Nose to nose and paw to paw, these two ferrets are a partnership in the making. A partnership implies that two folks join together for a common purpose or interest. But the Sea Turtle, known for its long life and lengthy migrations, suggests that endurance requires more than just being fond of one another. Unmet expectations added to a lack of open and honest communication can cause an abrupt end. An alliance doesn't mean one person takes on the role of savior while the other becomes the saved; both must shoulder responsibilities based on each person's ability and knowledge (not just their wants). These duties will naturally shift over time as age becomes a factor or as unexpected circumstances arise. A willingness to compromise on the part of each partner can bolster the original heartfelt connection.

The beginning of love is to let those we love be perfectly themselves, and not to twist them to fit our own image. Otherwise, we love only the reflection of ourselves we find in them.
— Thomas Merton

Saturday, July 20, 2019

Leveling Factor

From the Sasuraibito Tarot, the Three of Swords; from the Soul Cards, 'Enlightenment:'
          This young lass seems surprised that she has been stabbed in the back. That emotion will likely give way to a mix of grief and anger. Feeling betrayed comes in a range of flavors, from someone taking advantage of us to the suicide of a person we loved. Yet the Swords suit is not about emotions but about our thoughts and how we express them. In this case, we first replay and analyze our memories of the past; we look for what we missed and could have done differently. When anger and grief come, we think of what has been wrested away from us - the trust and the hopes we held dear. Enlightenment, in Buddhism, means to wake up from the delusions caused by our misperceptions. As Charlotte Joko Beck explained, "Enlightenment is not something you achieve. It is the absence of something." Reality looks very different when we take away our preferences and prejudices. It places our feet firmly on the ground so that we can do what needs to be done. It reminds us that we are one of many who've had this same kind of experience. No one gets to bypass the sorrows of the world in favor of the joys. It is one of life's leveling factors.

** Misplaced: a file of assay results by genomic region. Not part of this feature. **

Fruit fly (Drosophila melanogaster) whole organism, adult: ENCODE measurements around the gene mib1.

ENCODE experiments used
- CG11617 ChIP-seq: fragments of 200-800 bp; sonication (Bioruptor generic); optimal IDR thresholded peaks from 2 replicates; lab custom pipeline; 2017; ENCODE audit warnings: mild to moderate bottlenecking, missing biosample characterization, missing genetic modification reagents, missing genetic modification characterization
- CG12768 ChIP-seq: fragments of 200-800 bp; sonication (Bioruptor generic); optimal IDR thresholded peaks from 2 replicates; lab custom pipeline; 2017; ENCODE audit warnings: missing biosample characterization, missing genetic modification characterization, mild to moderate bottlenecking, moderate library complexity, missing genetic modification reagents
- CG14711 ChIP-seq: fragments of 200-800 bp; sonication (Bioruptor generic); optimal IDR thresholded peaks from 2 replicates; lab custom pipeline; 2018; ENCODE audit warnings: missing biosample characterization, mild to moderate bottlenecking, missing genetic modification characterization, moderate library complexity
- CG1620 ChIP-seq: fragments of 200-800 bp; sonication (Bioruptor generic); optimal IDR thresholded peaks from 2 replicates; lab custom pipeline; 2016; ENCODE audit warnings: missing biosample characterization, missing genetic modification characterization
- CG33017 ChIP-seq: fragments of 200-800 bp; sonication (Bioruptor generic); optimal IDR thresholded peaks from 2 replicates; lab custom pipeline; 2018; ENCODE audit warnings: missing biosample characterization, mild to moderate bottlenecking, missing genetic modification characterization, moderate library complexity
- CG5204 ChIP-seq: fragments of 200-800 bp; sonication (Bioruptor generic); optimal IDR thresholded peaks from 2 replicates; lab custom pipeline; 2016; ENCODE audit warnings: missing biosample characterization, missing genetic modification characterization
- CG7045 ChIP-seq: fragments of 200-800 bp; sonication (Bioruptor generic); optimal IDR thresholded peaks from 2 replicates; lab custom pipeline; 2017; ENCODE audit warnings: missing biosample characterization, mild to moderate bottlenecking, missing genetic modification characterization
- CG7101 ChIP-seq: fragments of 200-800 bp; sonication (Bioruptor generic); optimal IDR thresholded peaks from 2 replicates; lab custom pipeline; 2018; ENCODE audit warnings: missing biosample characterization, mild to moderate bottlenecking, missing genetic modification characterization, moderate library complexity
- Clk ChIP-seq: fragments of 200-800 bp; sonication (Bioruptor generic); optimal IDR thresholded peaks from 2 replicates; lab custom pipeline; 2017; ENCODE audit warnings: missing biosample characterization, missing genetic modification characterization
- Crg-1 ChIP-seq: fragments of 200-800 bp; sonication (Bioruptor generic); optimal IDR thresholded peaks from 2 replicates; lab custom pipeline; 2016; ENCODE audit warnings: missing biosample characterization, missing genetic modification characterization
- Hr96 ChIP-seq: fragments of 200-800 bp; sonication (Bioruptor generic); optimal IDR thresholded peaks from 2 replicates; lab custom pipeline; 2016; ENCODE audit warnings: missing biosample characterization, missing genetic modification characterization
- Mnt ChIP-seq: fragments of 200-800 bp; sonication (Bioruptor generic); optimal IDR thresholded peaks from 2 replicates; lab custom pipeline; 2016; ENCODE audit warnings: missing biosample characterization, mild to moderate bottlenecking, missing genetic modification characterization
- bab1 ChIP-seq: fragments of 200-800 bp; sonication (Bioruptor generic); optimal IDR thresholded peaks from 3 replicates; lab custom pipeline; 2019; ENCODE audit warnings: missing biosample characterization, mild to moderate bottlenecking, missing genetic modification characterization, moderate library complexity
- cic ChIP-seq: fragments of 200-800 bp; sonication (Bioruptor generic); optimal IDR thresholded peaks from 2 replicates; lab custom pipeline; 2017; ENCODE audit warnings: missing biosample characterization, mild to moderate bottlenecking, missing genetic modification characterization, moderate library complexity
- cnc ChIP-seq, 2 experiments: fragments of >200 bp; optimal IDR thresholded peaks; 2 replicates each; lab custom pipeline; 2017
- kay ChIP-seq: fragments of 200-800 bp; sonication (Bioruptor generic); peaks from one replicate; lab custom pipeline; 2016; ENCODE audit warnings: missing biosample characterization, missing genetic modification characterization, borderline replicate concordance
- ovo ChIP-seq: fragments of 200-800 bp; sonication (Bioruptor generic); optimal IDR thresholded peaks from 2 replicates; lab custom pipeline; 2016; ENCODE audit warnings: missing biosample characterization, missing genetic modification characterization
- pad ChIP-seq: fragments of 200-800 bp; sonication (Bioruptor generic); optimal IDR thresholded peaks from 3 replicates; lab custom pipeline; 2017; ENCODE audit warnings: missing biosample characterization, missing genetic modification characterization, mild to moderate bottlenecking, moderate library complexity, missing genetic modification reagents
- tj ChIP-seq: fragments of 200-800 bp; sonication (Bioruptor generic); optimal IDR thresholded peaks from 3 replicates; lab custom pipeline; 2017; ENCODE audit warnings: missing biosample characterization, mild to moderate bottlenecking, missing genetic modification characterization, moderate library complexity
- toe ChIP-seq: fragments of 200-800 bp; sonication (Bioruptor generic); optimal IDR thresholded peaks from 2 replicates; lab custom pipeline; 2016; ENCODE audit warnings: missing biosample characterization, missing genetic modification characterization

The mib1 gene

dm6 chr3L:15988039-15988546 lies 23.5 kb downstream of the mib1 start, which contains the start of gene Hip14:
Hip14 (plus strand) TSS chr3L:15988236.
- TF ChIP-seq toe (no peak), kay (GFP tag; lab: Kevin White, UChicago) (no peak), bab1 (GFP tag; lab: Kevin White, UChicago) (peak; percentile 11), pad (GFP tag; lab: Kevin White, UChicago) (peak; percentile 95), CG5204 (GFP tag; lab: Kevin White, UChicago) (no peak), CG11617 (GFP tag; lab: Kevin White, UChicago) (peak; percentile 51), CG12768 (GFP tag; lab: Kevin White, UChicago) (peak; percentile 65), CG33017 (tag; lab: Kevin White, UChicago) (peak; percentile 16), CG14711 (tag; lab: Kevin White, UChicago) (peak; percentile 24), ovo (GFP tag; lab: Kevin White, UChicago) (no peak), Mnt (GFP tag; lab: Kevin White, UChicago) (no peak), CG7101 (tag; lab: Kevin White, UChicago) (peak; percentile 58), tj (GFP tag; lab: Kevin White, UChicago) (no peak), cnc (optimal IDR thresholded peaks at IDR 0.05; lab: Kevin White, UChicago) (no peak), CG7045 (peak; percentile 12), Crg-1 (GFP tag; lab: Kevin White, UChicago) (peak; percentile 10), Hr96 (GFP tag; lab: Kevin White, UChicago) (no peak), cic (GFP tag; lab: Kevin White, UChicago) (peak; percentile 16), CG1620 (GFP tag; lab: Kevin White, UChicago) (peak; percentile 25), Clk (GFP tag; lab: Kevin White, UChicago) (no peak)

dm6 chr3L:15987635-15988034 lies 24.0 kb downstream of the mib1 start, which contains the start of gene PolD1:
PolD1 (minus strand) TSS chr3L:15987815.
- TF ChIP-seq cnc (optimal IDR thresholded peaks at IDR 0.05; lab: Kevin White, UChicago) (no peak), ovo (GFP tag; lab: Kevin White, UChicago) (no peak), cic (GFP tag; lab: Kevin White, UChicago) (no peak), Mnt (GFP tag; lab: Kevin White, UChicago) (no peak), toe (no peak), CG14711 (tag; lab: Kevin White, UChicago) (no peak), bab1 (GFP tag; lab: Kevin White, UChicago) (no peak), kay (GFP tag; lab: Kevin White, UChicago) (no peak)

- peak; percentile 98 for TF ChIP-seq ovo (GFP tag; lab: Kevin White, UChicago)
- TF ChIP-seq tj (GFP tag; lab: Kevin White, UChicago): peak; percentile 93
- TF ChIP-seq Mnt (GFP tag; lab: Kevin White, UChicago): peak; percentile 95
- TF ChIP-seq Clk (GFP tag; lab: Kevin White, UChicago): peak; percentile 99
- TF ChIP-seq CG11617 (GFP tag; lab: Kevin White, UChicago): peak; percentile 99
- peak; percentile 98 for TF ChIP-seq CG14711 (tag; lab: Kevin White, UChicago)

Thursday, July 18, 2019


From the Sasuraibito Tarot, Justice; from the Soul Cards, 'Falling Leaves:'

The law of karma is that we sow the seeds and we reap the fruit. So when you find yourself in a dark place, you can think, "Maybe it's time to get a little golden spade and dig myself out of this place." ~Pema Chodron